Introduction to Ansible console

In previous Ansible tutorials we saw how easy it is to understand the basic concepts of this fantastic automation tool, how to write our first playbooks, how to organize tasks into roles, and how to use Ansible Vault to protect sensitive data. This time, we focus on an interactive tool which let us execute tasks on the fly, targeting single hosts or host groups: the Ansible console.

In this tutorial you will learn:

  • How to install the Ansible console on the most used Linux distributions
  • How to use the Ansible console
Introduction to the ansible console
Introduction to Ansible console
Software Requirements and Linux Command Line Conventions
Category Requirements, Conventions or Software Version Used
System Distribution agnostic
Software ansible
Other Privileged access to your Linux system as root or via the sudo command in order to perform system-wide installation of required packages
Conventions # – requires given linux-commands to be executed with root privileges either directly as a root user or by use of sudo command
$ – requires given linux-commands to be executed as a regular non-privileged user

Introduction and installation

Ansible console is a Read Eval Print Loop (REPL) environment from which we can execute tasks on the fly and immediately visualize their results. The ansible-console utility is part of the ansible-core package, which on Fedora and Fedora-based distributions we can install with the following command:

$ sudo dnf install ansible-core

To perform the installation on Debian and on Debian-base distributions, instead, we can run:

$ sudo apt install ansible-core

Using Archlinux? The ansible-core package is available in the “Extra” repository, so it can be easily installed with pacman:

$ sudo pacman -S ansible-core

It is also possible to install the package in a distribution-agnostic way, using pip:

$ pip install --user ansible-core

Invoking the ansible-console

We use ansible-console practically in the same manner we use ansible-playbook, since the two utilities share the vast majority of options. The most basic possible way to invoke the console is by running:

$ ansible-console

Our shell prompt will change to confirm the Ansible REPL environment is accepting commands:

[WARNING]: provided hosts list is empty, only localhost is available. Note that the implicit localhost does not match 'all'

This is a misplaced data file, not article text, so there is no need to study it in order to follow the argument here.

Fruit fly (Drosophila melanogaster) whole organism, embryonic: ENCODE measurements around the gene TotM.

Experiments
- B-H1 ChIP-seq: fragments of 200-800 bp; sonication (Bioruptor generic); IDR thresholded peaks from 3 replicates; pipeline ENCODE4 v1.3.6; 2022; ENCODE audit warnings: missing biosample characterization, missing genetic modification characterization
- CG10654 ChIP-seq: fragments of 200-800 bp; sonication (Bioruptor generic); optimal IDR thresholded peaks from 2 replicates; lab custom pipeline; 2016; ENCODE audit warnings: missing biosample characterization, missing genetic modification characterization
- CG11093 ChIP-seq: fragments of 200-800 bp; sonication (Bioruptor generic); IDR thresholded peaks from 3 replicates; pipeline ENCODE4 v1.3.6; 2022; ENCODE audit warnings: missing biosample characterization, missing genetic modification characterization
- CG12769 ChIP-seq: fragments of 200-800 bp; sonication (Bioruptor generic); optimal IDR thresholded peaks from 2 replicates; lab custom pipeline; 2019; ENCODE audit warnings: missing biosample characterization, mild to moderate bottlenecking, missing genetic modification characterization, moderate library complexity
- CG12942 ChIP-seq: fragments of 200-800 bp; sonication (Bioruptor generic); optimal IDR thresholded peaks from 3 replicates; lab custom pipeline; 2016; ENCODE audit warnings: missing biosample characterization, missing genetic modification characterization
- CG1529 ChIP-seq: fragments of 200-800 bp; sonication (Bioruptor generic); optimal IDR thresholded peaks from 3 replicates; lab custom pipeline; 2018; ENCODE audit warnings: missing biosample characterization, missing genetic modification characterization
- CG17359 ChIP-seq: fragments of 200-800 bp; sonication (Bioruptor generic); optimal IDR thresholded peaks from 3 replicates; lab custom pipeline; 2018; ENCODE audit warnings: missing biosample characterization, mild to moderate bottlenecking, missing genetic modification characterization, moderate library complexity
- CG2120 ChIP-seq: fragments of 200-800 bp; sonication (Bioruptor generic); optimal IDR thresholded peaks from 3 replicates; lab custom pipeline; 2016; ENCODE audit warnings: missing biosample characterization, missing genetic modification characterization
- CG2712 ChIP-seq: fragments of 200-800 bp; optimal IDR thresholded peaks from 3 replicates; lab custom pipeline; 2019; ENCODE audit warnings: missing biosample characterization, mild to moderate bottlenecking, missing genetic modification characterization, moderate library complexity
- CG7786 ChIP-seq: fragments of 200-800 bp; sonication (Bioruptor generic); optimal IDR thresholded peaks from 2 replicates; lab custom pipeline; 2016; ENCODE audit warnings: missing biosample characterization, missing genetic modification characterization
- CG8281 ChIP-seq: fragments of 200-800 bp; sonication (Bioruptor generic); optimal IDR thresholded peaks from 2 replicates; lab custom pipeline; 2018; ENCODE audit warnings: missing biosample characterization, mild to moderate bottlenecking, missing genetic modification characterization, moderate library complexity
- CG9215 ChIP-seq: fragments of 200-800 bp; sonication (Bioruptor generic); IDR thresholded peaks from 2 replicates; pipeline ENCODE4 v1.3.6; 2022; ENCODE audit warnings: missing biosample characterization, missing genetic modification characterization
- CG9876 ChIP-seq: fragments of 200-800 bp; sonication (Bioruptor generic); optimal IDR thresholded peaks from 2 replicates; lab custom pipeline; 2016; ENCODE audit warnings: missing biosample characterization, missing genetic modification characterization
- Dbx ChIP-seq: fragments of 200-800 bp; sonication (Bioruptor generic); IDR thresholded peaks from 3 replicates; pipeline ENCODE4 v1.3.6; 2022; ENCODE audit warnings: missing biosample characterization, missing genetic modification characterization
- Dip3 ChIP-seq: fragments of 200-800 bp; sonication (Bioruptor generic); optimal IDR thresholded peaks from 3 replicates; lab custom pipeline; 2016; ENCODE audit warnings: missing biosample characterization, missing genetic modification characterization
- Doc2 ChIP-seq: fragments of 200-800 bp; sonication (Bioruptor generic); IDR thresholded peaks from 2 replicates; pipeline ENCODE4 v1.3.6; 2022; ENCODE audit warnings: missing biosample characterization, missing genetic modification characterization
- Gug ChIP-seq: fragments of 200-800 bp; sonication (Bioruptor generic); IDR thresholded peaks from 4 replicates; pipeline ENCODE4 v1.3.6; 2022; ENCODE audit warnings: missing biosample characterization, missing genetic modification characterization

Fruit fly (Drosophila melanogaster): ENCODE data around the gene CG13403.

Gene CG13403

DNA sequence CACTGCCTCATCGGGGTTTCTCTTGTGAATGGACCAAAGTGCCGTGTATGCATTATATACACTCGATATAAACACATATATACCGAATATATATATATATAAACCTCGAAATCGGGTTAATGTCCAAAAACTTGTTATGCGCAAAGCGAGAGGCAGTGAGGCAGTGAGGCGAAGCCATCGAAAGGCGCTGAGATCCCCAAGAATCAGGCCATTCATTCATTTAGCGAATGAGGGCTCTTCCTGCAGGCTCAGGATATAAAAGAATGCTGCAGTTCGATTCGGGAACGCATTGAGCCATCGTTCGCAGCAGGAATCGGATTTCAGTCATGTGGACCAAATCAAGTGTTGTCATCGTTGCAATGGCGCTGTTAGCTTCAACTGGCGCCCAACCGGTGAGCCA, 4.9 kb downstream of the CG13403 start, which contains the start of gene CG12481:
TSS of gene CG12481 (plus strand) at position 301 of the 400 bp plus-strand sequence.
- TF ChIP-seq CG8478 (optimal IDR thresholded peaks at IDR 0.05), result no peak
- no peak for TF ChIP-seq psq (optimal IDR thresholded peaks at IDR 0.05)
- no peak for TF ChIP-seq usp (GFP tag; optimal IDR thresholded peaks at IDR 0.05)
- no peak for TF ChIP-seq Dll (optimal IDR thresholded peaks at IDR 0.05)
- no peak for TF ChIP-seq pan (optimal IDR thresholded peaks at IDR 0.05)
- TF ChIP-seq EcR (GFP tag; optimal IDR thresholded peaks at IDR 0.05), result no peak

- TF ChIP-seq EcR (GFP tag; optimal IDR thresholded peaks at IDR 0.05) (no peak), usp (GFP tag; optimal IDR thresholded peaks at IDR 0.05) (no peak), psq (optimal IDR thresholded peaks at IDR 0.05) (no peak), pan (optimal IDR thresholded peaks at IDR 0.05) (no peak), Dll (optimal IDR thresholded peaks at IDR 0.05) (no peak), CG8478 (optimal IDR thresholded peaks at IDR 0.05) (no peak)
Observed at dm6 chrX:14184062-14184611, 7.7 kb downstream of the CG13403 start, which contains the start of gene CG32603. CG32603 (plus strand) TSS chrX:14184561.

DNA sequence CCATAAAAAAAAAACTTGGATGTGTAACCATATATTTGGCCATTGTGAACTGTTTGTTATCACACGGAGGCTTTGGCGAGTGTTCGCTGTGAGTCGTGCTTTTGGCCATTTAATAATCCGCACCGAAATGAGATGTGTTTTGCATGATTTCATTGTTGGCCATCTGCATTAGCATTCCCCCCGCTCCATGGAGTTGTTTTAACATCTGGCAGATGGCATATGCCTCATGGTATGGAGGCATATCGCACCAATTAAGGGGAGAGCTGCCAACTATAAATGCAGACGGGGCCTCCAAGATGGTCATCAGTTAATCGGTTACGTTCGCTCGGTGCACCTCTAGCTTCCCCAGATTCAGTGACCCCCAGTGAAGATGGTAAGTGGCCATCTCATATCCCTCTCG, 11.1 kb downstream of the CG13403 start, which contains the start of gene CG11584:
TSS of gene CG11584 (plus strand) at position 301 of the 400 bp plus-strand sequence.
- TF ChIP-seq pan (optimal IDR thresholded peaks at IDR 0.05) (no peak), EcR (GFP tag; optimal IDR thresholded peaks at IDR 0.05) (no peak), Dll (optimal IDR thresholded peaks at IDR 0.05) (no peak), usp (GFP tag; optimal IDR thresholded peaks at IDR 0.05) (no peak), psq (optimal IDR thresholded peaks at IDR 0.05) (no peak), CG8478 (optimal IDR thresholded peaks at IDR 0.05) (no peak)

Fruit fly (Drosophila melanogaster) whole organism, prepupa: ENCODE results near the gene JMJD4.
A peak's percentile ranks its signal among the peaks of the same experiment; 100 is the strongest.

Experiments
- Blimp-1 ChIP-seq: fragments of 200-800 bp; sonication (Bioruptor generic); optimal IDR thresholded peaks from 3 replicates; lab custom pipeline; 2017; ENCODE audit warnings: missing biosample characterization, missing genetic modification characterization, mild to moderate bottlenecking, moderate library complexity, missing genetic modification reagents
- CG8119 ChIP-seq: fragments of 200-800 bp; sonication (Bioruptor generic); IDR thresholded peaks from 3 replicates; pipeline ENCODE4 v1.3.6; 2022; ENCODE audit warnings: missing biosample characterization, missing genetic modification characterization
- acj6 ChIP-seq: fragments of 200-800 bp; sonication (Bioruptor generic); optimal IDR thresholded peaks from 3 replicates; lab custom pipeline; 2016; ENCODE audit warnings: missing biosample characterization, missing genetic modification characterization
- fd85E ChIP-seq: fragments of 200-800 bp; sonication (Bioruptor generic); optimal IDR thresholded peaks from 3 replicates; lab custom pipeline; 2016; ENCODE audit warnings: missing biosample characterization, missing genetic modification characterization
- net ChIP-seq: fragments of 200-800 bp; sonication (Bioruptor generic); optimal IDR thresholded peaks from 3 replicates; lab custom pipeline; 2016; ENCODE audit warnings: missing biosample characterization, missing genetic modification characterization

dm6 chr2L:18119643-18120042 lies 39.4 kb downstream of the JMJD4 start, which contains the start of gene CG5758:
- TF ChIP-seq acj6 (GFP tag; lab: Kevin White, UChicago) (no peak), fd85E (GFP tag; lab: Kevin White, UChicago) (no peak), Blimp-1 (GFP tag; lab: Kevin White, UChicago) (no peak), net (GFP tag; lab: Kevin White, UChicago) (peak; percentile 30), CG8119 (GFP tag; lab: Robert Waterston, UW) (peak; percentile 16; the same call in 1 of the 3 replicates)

Welcome to the ansible console. Type help or ? to list commands.

doc@all (0)[f:5]$

The warning message you see above is due to the fact that we didn’t specify any inventory file. In such cases Ansible generates an implicit localhost for us when we use “localhost” as a target. You can see this is reflected in the console prompt, where “doc” is the Ansible “remote user” and “all” is the host group we are targeting.

doc@all (0)[f:5]$

By default, the user we invoke the ansible-console as, is also used for remote connections; another one, however, can be specified as argument to the --user option when we invoke the console, or, from the console itself, by executing the remote_user command:

doc@all (0)[f:5]$ remote_user username

Since, as stated in the warning, the “all” group doesn’t match the implicit localhost, we can see a  0  between parenthesis in the prompt, which is the number of matched hosts. After this, between square brackets, we can see the number of available forks: 5, (the default). Forks are the simultaneous connections Ansible can use on a task. The number of available forks can be specified when invoking the console, as argument to the -f option:

$ ansible-console -f 7

Alternatively, it can be changed from the console itself, with the fork command:

doc@all (0)[f:5]$ forks 7

Since our current configuration matches no hosts, the tasks we will run will have no effect. Since at the moment we can only target the implicit localhost, to do something effective, we should “switch” to it, let’s see how to do it.

Targeting specific hosts or groups

How can we target a specific host (or host group) from the Ansible console? We can do it by using the cd command, as if we were changing working directory. To target the implicit localhost, for example, we would run:

doc@all (0)[f:5]$ cd localhost

The prompt will immediately reflect the change of target:

doc@localhost (1)[f:5]$

Notice how, as expected, the number of matched host has become 1. The cd command can be also used to target specific hosts or groups explicitly defined into an inventory file. Let’s see an example. Suppose we have the following, very basic, ansible inventory, saved into a file named inventory.ini:

localhost ansible_connection=local

feanor ansible_host=

In the inventory we explicitly defined a “localhost”, and two groups : “workstations” (which includes localhost), and “servers”, which contains only one host (feanor). To point the ansible-console to this inventory file, we pass it as argument to the -i option:

$ ansible-console -i inventory.ini

The console prompt reports the number of matched hosts:

doc@all (2)[f:5]$

To get a list the available hosts, we can use the list command:

doc@all (2)[f:5]$ list

To list the available groups, instead, we use list groups:

doc@all (2)[f:5]$ list groups

Above we can see the groups we explicitly defined in the inventory file appearing in the output of the command, together with other two groups automatically created by Ansible: “all” and “ungrouped”. The former is the group which encompasses all available hosts, the latter represents a way to reference all the hosts which are not part of any group.

In order to switch to a specific group, we can use cd, exactly as we did in the previous examples:

doc@all (2)[f:5]$ cd workstations

Getting a list of the available modules

As we already know, Ansible functionalities are organized in modules. To list all available modules from the Ansible console, we can use the help command:

doc@all (2)[f:5]$ help

The list will be printed on screen (output truncated):

Documented commands (type help <topic>):

To obtain help about a specific module, we can, again, use the “help” command, this time, passing the name of the module as argument. For instance, to read the documentation of the ansible.builtin.file module, we would run:

doc@all (2)[f:5]$ help ansible.builtin.file

Here is the result of invoking the command above:

Manage files and file properties